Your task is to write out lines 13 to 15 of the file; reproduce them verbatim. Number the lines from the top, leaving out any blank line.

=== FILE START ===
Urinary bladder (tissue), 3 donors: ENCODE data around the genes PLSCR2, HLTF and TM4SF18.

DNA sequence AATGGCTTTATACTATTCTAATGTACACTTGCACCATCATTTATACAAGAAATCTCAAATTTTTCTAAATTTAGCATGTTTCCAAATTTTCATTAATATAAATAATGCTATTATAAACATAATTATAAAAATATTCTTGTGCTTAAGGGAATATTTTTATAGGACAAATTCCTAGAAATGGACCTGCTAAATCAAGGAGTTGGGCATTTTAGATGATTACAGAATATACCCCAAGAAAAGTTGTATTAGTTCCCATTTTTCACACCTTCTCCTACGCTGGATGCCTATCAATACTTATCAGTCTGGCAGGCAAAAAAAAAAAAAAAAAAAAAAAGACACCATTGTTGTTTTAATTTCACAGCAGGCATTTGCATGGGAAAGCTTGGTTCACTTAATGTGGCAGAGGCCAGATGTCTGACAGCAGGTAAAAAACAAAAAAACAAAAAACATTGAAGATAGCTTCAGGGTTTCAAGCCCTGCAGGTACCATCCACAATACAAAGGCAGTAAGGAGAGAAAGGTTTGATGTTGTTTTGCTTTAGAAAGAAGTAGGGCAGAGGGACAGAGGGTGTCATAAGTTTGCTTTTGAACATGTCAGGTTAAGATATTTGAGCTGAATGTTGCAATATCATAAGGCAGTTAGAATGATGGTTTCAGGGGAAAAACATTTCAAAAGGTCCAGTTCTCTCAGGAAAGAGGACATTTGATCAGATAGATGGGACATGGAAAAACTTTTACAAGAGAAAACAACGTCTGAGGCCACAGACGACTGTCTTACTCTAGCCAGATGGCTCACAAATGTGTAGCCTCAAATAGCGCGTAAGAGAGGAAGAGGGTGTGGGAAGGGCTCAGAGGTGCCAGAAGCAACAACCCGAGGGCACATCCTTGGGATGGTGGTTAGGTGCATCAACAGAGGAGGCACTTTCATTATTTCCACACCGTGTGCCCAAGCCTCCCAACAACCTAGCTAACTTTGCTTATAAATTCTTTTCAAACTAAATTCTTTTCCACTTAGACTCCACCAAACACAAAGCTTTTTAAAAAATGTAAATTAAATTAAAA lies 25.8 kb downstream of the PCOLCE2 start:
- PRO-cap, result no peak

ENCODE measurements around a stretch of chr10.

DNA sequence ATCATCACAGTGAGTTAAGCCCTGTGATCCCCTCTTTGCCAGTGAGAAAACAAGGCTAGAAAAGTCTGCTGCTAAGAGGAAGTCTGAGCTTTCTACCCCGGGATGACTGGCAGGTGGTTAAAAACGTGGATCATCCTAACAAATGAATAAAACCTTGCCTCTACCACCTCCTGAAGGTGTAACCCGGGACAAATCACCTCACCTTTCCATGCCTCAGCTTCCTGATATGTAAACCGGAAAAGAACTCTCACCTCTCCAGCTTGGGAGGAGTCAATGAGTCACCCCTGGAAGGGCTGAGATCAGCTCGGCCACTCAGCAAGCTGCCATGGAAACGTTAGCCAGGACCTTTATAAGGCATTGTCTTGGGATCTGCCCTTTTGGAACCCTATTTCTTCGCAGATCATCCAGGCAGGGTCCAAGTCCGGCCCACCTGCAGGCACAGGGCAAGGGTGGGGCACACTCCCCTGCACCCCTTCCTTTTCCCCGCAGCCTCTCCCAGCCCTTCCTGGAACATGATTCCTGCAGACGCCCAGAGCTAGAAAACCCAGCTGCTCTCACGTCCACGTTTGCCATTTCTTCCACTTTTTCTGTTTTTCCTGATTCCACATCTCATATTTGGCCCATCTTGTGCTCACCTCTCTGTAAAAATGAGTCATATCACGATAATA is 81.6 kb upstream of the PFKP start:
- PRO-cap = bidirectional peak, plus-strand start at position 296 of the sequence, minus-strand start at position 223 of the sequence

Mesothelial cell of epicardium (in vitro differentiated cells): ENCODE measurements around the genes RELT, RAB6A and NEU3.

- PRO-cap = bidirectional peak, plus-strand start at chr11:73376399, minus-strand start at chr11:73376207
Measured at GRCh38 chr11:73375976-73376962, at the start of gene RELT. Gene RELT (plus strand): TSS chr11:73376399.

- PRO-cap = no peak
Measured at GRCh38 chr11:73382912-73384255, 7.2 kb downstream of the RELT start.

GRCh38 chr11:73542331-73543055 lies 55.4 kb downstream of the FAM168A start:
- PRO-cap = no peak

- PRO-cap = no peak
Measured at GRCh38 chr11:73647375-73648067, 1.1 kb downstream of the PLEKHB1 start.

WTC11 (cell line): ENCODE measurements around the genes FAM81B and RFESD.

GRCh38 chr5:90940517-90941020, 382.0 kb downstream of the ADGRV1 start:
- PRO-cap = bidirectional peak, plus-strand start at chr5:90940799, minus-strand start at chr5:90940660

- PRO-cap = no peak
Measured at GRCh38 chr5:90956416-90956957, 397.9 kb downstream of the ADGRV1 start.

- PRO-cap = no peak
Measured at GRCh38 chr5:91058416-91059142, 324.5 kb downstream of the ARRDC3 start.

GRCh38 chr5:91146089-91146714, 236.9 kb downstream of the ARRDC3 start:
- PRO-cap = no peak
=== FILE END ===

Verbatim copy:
- PRO-cap = no peak

- PRO-cap = no peak
Measured at GRCh38 chr11:73647375-73648067, 1.1 kb downstream of the PLEKHB1 start.